Custom sprite number system

Recently I got this custom number countdown system to work. Just wanna know if there’s a tidier way of writing it tho? Basically I have the set sprite offsets written down in a module (NumberSprite). But I just wanna know if this is clean and written well.

Also, would it better to use individual images for each number, or is what I’m doing (using a sprite sheet) the best option?

Ignore the lag, I think that’s my internet, not code related

local function Format(int)
	return string.format('%02i', int)

local function ConvertTime(seconds)
	local Seconds = seconds
	local Minutes = (Seconds - Seconds%60) / 60
	Seconds = Seconds - Minutes * 60
	return Format(Minutes), Format(Seconds)

local function Update(timer, multiplier)
	local Minutes, Seconds = ConvertTime(timer)
	if Minutes >= '10' then
		TimeBar['1'].ImageRectOffset = NumberSprite[tonumber(string.sub(Minutes, 1, 1))]
		TimeBar['2'].ImageRectOffset = NumberSprite[tonumber(string.sub(Minutes, 1, 1))]
		TimeBar['1'].ImageRectOffset = NumberSprite[0]
		TimeBar['2'].ImageRectOffset = NumberSprite[tonumber(Minutes)]
	if Seconds >= '10' then
		TimeBar['3'].ImageRectOffset = NumberSprite[tonumber(string.sub(Seconds, 1, 1))]
		TimeBar['4'].ImageRectOffset = NumberSprite[tonumber(string.sub(Seconds, 2))]
		TimeBar['3'].ImageRectOffset = NumberSprite[0]
		TimeBar['4'].ImageRectOffset = NumberSprite[tonumber(Seconds)]
	-- Set shadows
	TimeBar['1'].Shadow.ImageRectOffset = TimeBar['1'].ImageRectOffset
	TimeBar['2'].Shadow.ImageRectOffset = TimeBar['2'].ImageRectOffset
	TimeBar['3'].Shadow.ImageRectOffset = TimeBar['3'].ImageRectOffset
	TimeBar['4'].Shadow.ImageRectOffset = TimeBar['4'].ImageRectOffset


Aside from the timer itself (Sending Start/Stop timer events using os.time rather than firing an event each time the counter changes), It looks good. Using a sprite sheet is probably better because you have to go through less moderation and preloading troubles.

I mean I do the countdown stuff on the server. How could I achieve it cleanly on the client without desync issues??

Desync with timers usually isn’t that important as long as events are controlled on the server. This thread should explain the timer system better -> Handling server-wide countdown timers

If you want a tl;dr: Send start and stop messages from the clients to every server, get a starting value for os.time and then compare the new time to the old time until you get the time you need.
It insures network lag doesn’t make the timer change at different paces, and only has one event that allows for error.

Like @PuffoThePufferfish said, you should use os.time() to change the timer rather than relying on incoming server requests. Those requests could drop and or cause mass loads of lag for players with not so good devices. Other than that your code looks good. (API if needed).

Remote Event Security (From this API.)

RemoteEvents and RemoteFunctions are the best option for client-server communication, but they’re not necessarily secure channels. A clever hacker may fake a remote event or change the values that are passed along with it. Because of this, you should use basic server-side validation to confirm that the incoming request is legal.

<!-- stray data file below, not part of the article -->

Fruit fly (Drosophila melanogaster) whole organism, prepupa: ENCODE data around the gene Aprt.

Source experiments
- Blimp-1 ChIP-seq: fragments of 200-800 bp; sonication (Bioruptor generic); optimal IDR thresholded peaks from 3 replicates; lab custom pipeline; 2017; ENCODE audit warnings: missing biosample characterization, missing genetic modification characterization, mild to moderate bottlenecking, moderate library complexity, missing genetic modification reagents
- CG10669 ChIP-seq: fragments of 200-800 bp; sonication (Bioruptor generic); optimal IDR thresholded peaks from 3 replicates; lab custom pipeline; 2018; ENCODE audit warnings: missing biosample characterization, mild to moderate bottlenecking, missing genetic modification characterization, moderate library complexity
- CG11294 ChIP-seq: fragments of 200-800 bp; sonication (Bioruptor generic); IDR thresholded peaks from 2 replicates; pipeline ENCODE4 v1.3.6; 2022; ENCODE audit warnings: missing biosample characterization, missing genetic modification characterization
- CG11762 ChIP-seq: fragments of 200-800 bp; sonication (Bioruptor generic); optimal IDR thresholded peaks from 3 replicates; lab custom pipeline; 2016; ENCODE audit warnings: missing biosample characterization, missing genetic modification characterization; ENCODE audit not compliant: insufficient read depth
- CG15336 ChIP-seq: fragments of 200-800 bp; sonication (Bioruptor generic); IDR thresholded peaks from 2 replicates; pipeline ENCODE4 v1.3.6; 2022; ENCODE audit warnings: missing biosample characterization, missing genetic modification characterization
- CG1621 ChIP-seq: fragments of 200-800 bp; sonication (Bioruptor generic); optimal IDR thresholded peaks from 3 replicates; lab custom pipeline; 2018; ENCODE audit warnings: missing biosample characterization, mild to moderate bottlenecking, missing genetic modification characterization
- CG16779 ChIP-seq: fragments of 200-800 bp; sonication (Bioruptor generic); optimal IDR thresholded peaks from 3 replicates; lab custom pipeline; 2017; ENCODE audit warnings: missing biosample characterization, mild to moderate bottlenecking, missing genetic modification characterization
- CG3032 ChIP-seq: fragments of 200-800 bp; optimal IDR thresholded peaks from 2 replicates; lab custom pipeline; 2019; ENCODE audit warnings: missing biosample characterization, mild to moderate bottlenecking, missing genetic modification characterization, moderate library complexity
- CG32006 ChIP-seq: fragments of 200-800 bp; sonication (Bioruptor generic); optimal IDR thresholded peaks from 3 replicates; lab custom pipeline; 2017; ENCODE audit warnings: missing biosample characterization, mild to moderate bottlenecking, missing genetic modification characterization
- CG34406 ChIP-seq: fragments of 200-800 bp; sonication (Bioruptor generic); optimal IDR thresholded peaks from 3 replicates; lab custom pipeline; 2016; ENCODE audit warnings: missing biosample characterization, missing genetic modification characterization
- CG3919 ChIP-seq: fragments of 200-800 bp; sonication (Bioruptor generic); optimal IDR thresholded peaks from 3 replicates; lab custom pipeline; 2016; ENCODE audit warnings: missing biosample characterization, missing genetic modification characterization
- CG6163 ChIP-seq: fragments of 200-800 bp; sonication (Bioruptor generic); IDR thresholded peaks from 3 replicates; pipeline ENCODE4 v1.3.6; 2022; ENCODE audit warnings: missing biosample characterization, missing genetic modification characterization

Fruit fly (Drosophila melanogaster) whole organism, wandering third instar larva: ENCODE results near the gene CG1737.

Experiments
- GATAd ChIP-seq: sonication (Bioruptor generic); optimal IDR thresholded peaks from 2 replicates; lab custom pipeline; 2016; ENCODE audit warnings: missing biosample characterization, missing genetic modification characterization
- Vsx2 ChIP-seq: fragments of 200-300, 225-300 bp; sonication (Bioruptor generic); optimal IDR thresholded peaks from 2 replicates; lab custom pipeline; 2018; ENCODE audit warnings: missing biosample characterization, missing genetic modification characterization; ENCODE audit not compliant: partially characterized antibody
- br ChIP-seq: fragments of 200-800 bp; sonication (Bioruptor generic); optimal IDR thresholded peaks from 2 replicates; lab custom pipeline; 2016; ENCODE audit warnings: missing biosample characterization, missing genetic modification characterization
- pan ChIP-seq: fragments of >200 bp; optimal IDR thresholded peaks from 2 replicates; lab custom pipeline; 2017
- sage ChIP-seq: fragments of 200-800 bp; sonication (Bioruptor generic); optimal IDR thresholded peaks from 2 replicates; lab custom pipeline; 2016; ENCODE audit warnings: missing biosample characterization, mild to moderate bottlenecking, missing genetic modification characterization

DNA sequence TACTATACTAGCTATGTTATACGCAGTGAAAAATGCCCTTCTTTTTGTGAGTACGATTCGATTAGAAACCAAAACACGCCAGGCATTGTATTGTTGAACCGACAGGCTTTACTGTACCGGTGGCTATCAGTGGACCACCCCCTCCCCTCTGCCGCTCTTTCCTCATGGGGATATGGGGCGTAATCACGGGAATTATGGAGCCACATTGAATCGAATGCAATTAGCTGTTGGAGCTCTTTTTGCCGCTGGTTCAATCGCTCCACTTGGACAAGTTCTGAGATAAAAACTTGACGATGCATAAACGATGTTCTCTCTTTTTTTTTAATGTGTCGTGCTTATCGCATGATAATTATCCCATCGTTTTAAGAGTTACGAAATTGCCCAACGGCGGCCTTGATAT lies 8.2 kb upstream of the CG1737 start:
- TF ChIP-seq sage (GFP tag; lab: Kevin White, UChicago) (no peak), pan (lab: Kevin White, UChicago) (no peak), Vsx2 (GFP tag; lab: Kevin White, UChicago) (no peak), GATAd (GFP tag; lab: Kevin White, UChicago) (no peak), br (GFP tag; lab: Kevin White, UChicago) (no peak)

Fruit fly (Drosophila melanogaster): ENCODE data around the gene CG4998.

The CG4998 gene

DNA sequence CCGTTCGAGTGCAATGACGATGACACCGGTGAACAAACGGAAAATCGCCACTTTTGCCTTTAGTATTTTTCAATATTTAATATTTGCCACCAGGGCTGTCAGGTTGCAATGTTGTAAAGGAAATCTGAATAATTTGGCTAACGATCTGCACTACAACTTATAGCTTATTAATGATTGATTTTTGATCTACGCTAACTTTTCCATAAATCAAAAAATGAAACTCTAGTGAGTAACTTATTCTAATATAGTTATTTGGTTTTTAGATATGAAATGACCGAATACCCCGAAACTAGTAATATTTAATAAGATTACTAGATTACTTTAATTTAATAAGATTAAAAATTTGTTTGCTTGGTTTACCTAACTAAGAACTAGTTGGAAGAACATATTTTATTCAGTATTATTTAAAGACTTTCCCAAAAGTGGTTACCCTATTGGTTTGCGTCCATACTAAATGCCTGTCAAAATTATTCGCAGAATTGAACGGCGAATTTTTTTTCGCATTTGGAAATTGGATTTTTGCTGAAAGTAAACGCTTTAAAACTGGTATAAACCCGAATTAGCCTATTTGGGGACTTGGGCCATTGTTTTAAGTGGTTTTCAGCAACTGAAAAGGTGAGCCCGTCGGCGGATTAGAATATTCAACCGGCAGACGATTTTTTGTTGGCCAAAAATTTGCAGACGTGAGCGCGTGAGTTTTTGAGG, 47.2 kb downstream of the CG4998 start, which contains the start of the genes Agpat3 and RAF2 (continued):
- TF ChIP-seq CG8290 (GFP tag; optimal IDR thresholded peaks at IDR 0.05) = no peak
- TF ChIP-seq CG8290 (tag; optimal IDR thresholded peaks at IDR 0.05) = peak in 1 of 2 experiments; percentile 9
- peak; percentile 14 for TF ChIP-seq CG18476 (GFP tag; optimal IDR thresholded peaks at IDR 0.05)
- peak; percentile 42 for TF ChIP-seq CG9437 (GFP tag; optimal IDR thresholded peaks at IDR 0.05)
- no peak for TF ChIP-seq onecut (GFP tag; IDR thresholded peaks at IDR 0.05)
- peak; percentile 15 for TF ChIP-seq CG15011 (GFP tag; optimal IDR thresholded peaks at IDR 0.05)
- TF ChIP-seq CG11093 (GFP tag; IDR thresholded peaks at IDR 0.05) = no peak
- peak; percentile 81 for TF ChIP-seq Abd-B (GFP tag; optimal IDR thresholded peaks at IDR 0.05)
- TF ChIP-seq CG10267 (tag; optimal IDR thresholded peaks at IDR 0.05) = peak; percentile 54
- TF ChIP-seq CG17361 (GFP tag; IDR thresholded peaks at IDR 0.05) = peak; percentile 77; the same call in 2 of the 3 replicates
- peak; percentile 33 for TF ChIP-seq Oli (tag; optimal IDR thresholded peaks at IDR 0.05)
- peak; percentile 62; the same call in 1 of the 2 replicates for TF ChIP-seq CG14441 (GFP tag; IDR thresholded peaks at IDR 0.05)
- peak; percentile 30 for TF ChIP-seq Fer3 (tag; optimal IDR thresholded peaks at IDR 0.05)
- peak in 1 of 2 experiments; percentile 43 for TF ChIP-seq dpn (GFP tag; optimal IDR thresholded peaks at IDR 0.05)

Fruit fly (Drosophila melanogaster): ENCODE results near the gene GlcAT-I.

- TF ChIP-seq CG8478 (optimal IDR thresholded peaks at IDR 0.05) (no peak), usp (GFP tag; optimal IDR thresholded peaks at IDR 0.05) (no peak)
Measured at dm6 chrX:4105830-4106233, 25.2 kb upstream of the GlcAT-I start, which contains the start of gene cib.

Exceptions (Also from API)

There are some client-side actions that replicate instantly and don’t require the server’s permission. These are generally linked to things that a player should see right away, while others are for your convenience.

In summary, using Remote Events can be bypassed by hackers and send false information. os.time() on the other hand can be a little off when it comes to checking the time but I don’t think that will affect your time script much. os.clock() could be used instead but is unreliable.

I can’t seem to get it to work

-- Server

-- Client
-- Set the timer
local function Set(timer)
	print("Start client timer")


My output only ever prints the 1 and 2 from server. this is beacause the timer starts before the player has loaded in. This would create further problems, like if a player joined mid game

cc @aven_ue

Not exactly. I’m pretty sure it states somewhere in the api that os.time goes off of the current epoch time. I’m pretty sure os.time goes of the UTC time rather than your local time. os.clock goes of your local time. Using os.time can still be used. I do suggest replacing the FireAllClients as sending information client --> server, server --> client can be risky when it comes to dropped requests and hackers.

Oh im not using os.time()?

-- Server
-- Fire timer to all clients

-- Start countdown timer
for i = Settings.Timer, 0, -1 do
	Settings.Timer = i
	wait(1 / Settings.Multiplier)

-- Timer has complete

-- Client
-- Set the timer
local function Set(timer)
	Frame.Visible = true
	for i = timer, 0, -1 do
		wait(1 / CurrentMultiplier)

-- Game complete
local function Complete()
	-- Reset everything
	Frame.Visible = false
	CurrentMultiplier = 1
	UpdateMultiplier(nil, CurrentMultiplier)

-- Event connections

os.time is actually a built in roblox function. When used, it will return the current time in minutes or seconds (I forgot) since the epoch of 1970. e.g

print(os.time()) --> 1600748677 time in UTC for me

Your result will however be different because some time has passed.

You can also input a set time if needed by doing something like this:

{Year = 2020, Month = 9, Day = 21, Seconds = 34, Minutes = 27}

Wiki Explanations:

Further information can be provided if needed.

Not sure how this would correlate to a count down timer tho?

os.time() is much more efficient when it comes to checking the time rather than relying on checking every second via a number. os.time() will take up less memory every use which will help your game overall.

You are sending too much requests to the client. Specifically one every second. Requests will fill up and some with be dropped. It is also bad practice to send that many requests.